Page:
“Excavation is Destruction”

372px-Map_Akrotiri_1600_BC-en

Map of the site where I worked and studied in the summer of 2001, more than 3000 years after it was destroyed in one of the most violent volcanic eruptions

During college, I spent three summers studying in Greece.

(Where else would a Classical language and Philosophy major study?)

I was fortunate to have scholarships all three times.

So. . . . to take a break from politics in this blog–I’m not going to explore how austerity in Greece has really hurt this and many other archeology sites–I thought I’d torture share a poem I wrote while working on an archeology dig in Santorini, during the summer of 2001.

Ancient Akrotiri is sometimes postulated as Atlantis, but better known as the Greek equivalent to Pompeii, is on the southern end of the crescent-shaped island, and we (students) would spend our breaks mesmerized by the Aegean, trying to make out Crete in the distance.

During one of the breaks, I sipped water, ate my τυρóπιτα, or tyropita, and scrawled this in my notebook,  quoting the kindly director of the project, who was also our professor:

Lost in Excavation

“Excavation is Destruction” –Archaeologist Cristos Doumas

Sunburned-dust covers animal bones,
golden beads from a necklace,
and shards of brightly colored tinted glass,
shells from a nourishing ocean feast

And the haunting human bones…

We will be nameless,
Unknown to our children.  Defined as
Merely bones and genetic codes,
males and females in
sickness and health.

Who will remember,
who will remind the children—
our children!—
that these human bones
once simultaneously bore
the beauty and  burden of living flesh?

that the remnants of bones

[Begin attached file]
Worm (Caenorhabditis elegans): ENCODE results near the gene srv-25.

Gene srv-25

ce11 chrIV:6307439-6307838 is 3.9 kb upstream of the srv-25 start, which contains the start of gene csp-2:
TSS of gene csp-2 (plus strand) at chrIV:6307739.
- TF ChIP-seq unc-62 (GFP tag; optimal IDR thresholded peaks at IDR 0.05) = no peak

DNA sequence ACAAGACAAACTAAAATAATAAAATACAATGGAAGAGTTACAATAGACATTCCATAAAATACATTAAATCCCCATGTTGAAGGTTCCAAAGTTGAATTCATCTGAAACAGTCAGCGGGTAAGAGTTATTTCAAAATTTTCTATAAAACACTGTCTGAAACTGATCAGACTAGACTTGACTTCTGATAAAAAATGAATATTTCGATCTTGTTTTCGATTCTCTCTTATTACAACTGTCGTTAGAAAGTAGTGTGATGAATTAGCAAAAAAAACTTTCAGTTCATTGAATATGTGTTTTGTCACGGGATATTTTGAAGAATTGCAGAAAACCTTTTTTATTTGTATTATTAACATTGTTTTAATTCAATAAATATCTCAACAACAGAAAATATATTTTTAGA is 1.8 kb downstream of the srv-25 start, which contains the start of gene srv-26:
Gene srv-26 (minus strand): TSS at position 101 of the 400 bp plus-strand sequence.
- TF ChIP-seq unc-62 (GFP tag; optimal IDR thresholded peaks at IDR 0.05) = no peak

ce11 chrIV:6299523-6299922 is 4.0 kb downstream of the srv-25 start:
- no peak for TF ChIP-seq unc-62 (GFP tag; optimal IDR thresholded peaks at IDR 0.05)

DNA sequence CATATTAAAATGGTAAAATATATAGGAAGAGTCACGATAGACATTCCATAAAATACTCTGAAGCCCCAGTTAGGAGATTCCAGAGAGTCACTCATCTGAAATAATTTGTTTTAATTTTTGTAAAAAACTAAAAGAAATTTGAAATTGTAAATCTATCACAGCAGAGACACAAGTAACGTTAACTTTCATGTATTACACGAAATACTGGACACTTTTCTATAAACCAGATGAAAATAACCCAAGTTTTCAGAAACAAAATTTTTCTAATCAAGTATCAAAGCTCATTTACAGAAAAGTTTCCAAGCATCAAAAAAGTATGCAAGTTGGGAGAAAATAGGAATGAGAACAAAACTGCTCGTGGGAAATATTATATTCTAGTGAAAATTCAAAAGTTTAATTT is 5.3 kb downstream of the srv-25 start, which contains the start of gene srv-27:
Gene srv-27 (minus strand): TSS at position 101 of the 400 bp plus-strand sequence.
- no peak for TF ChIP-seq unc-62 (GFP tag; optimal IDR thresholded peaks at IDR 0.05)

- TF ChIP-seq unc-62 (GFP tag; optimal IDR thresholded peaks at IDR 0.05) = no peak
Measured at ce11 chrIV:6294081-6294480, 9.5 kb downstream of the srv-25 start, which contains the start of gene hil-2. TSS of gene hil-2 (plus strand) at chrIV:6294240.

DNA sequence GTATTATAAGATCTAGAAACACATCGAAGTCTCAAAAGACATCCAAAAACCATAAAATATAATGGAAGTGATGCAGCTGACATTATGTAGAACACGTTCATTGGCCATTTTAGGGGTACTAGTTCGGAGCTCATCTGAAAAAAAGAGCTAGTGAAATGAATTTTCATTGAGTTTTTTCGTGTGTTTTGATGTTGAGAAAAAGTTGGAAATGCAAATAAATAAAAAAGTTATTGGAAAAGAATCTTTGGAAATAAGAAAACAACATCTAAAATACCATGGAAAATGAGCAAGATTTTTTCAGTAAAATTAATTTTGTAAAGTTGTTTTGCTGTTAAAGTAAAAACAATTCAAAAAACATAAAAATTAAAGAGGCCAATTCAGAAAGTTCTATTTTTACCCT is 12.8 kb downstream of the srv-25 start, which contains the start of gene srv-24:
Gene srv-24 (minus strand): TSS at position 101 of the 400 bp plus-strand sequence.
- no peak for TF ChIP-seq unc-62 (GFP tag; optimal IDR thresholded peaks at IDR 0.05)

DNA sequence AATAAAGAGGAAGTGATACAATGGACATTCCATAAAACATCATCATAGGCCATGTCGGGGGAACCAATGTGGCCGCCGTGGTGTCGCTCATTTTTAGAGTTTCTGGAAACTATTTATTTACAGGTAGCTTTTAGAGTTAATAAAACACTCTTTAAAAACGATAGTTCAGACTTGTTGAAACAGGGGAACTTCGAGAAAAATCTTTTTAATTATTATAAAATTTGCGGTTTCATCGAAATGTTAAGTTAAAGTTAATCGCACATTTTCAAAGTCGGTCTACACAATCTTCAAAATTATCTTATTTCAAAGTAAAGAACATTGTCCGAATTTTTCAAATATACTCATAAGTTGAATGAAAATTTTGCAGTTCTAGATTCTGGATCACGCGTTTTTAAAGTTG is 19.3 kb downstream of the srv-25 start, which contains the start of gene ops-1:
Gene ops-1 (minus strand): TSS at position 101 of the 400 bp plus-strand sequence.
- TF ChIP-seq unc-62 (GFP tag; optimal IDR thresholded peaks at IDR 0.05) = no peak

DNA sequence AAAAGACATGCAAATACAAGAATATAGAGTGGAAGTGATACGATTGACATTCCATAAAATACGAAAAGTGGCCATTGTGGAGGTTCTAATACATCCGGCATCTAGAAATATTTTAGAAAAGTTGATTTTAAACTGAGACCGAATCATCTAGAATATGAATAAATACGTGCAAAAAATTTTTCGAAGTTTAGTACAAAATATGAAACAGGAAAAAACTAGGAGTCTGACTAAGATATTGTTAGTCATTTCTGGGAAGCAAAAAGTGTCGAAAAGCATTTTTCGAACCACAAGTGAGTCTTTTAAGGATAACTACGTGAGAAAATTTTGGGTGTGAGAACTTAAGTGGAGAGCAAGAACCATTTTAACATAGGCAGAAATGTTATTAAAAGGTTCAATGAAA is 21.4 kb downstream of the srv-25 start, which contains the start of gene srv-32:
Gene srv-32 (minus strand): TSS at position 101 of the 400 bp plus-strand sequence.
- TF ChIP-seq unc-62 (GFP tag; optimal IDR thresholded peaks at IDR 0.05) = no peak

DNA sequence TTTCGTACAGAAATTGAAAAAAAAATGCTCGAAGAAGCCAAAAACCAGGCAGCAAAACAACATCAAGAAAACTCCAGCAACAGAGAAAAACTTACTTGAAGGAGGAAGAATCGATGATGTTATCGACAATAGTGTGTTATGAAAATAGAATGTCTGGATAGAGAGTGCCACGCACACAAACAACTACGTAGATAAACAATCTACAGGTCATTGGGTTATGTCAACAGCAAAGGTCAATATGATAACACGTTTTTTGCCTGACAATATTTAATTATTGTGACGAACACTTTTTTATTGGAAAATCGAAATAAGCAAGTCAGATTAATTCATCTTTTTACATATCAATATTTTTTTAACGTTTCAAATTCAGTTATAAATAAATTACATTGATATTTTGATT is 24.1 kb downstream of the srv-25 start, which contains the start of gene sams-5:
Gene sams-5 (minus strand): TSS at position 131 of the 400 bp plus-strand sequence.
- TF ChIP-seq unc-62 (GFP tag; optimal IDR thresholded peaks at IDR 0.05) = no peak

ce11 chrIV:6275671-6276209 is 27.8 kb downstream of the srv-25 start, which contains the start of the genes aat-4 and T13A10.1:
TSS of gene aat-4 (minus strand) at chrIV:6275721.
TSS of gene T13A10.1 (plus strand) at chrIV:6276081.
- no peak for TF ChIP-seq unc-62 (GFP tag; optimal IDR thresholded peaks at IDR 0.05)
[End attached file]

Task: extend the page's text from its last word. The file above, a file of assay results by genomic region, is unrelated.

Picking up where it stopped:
breathed in the heat, the intoxicating perfume of summer,
saw the clear waves of heat roll across the sandy beach
and the first frost of winter
glisten on the olive leaves?
heard the chiming crickets and squealing donkeys?

Who will remember,
who will remind them that these
dry, brittle, marrow-less bones
smelled the refreshing salt tang of the Mediterranean
and savored the first bites of
harvested grapes in autumn…?  and our
feelings—the vicissitudes of life—cannot be fully discovered,
fully appreciated,
through nucleic acids…

Forgotten loves, fears,
melancholia, euphoria—all are
buried and lost,
for the paper
the clay,
on which we attempt
to record these emotions
disintegrates in the harsh climate.

Shall these heights and depths
of previous lives
remain unrevealed,

or will the child,
while gently scrubbing our bones,
removing  the caked soil and grit,
be a little more gentle, considerate—
perhaps even a little more contemplative—
while laying our long life-abandoned bones to dry
in the rays of the same sun

that was once dimmed by flesh…

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